Cleanser is sprinkled in my bathroom sink, toilet, and bathtub, waiting for me to scrub things clean. Boxes are filled with Christmas decorations, stacked neatly by the attic door, expecting to be put away. My bedroom, which looks like gorillas have been living in it, wails every time I walk through.
So what am I doing? Writing about ham. And yes, you read that title correctly, it’s hamicide.
I just finished slicing some leftover ham to put in the freezer, and my rapture over how good it was is a little scary.
I know, it seems as though my love for pork knows no bounds. That’s true, although I do draw the line at fried pork rinds. And, no, the National Pork Producers Council is not paying me to say this, but the thing I love most about pork is that you can go so many directions with it: Slow Cooked Pork Smothered in Sauerkraut, Stuffed Porkchops, Herbed Juicy Pork Roast, Pork Adobo, Pulled Pork, Split Pea Soup with Chunks of Ham — the list goes on and on. But today it’s Sweet Glazed Ham with Pineapple and Apricot Preserves I want to talk about.
Years ago, my mom made ham with cloves, pineapple, Maraschino cherries, brown sugar and preserves, and slow-cooked it for hours, usually on Sunday mornings while we were at church. I think a lot of people cooked it that way in the ’60s. Hers was great, so I took the recipe, made a minor tweak or two and it still gets rave reviews today. It’s that slow cooking thing, it makes pretty much everything irresistible. HoneyBaked has been slow-cooking ham for years.
I am going out on a limb and boldly stating that my mom’s ham is every bit as good as HoneyBaked and therefore hamicide is not necessary. That’s when your family goes to great lengths to destroy the store bought ham you brought home, so they can have a HoneyBaked ham.
HoneyBaked Ham is great, but I can’t afford it. So, instead, I wait until ham is on sale, buy an eleven dollar Farmer John half-ham, cook it and enjoy it and the leftovers for weeks. The ingredients are inexpensive and most people have them on hand anyway, so instead of paying the big bucks, make one yourself. As far as spiral slicing goes, that’s a great thing, and probably worth it if you’re affluent, in a time crunch, and throwing a party. But nothing sends me into raptures like a thick slice of juicy ham, so I’m a fan of slicing it myself.
If you know nothing about ham, here is a link to a blog that explains things like the difference between a shank end and a butt end called My Gourmet Connection. I also love that after you bake a ham and eat the leftovers for a couple of days, you can freeze the rest and reheat it and it’s great. Plus, you can save the meat-laden bone and make amazing split pea soup with it.
And here’s a little ham trivia for you. I was the voice of HoneyBaked ham here in California in 2006 or 2007. I even wrote some local radio commercials for them called “Hamicide.” I thought they were darkly fun – but the owner chickened out on using them. You may recognize my voice and my kids voices in the spots. (And I wonder why they have twisted senses of humor.)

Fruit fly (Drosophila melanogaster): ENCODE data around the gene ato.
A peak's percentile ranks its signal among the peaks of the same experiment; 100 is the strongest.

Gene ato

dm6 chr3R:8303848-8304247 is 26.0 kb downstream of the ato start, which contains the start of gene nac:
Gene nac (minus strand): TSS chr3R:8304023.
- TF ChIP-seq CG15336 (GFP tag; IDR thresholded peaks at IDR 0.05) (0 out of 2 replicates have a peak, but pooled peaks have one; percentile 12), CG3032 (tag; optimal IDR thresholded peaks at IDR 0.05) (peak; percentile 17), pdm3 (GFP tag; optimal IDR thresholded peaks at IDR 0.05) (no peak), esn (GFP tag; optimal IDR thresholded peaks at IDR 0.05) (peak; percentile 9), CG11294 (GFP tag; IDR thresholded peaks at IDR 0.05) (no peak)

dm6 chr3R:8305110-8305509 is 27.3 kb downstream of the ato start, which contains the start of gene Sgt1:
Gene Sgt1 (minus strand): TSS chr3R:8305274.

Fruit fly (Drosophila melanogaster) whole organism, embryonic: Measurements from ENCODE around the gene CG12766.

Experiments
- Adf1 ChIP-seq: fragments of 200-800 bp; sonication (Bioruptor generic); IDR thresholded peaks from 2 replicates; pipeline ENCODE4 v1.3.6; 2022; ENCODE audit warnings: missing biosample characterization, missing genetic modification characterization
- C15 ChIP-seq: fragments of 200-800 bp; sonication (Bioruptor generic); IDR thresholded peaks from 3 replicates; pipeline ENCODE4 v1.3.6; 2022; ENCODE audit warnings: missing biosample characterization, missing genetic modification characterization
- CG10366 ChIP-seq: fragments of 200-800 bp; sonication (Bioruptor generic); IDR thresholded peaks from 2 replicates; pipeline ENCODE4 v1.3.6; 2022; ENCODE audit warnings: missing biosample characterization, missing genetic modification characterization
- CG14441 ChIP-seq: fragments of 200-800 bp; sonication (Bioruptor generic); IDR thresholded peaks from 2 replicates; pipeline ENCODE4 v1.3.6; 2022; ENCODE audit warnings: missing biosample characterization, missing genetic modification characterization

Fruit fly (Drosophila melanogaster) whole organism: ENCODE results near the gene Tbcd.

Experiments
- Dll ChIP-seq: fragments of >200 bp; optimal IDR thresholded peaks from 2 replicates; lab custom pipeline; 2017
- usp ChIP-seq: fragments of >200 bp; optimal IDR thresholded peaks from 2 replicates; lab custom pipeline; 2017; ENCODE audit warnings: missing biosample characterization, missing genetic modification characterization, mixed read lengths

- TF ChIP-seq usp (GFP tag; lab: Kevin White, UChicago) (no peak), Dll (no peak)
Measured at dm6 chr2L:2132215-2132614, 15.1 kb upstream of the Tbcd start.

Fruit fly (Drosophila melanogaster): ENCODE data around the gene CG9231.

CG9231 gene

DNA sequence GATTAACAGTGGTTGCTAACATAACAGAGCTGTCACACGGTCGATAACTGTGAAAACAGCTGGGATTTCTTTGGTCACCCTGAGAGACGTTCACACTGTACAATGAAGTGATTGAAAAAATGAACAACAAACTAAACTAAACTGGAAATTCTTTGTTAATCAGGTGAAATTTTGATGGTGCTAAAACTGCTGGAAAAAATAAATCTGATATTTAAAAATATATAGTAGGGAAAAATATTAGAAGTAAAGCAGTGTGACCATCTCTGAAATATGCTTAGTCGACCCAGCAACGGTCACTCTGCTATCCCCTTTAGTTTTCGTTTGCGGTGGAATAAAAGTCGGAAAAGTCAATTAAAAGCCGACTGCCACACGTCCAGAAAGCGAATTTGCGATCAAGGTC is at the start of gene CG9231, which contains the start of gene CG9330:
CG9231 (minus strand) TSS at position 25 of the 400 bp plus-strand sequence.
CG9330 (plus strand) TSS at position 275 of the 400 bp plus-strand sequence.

I think all my introspection at the beginning of the year left me realizing that self-knowledge is nice, but knowing a great recipe for ham might be even nicer. Plus, it will save your family the tragedy of hamicide.
Mary Tunno’s Juicy Slow Cooked Ham (Tweaked by Fran)
1 fully cooked bone in half ham (I prefer the butt portion) They’re usually 5 to 10 lbs.) I use Farmer John because they’re local here in So. Cal.
6 to 8 slices of canned pineapple packed in juice
1/4 cup juice from the canned pineapple
3/4 to 1 cup of brown sugar
15 to 20 whole cloves
6 to 8 Marachino Cherries and about 1 oz of juice
9 oz. of Apricot Preserves
2 oz of Jacquin’s Rock N Rye
Remove the ham from the plastic packaging. Don’t forget to remove the plastic plug they put on the end of the bone covering the marrow. Get a large roasting pan and line it with lengths of heavy duty foil so that it will completely cover the ham while it cooks. (I use Reynold’s wrap.) With a paring knife, make three rows of small slits on the top of the ham at one inch intervals. Press the cloves into the slits using about 15 to 20 cloves.
Then take each pineapple ring and place it on top of the clove-studded ham. Secure each slice in place with a toothpick. (Be sure to remove them when you serve the ham!)
Take the brown sugar, hold it in your hand and press it against the top of the pineapple, clove studded ham, so it creates a crust about half an inch thick. Then mix together the apricot preserves, the pineapple juice, the cherry juice and the Rock N Rye. It should be liquid enough to pour over the ham. Pour it over the brown sugar topped ham. It will drip down, but that’s OK.
Cover the ham securely with the aluminum foil and bake it in a 350 degree oven for at least 3 hours. If you go four hours, that’s fine. It will still be juicy and fantastic. Remove the toothpicks, slice and serve it. (You might want to remove the cloves also, if you want – or just warn guests they are there.) There will be plenty of juice at the bottom of the pan, so collect some so guests can drizzle it over the top of their ham slices.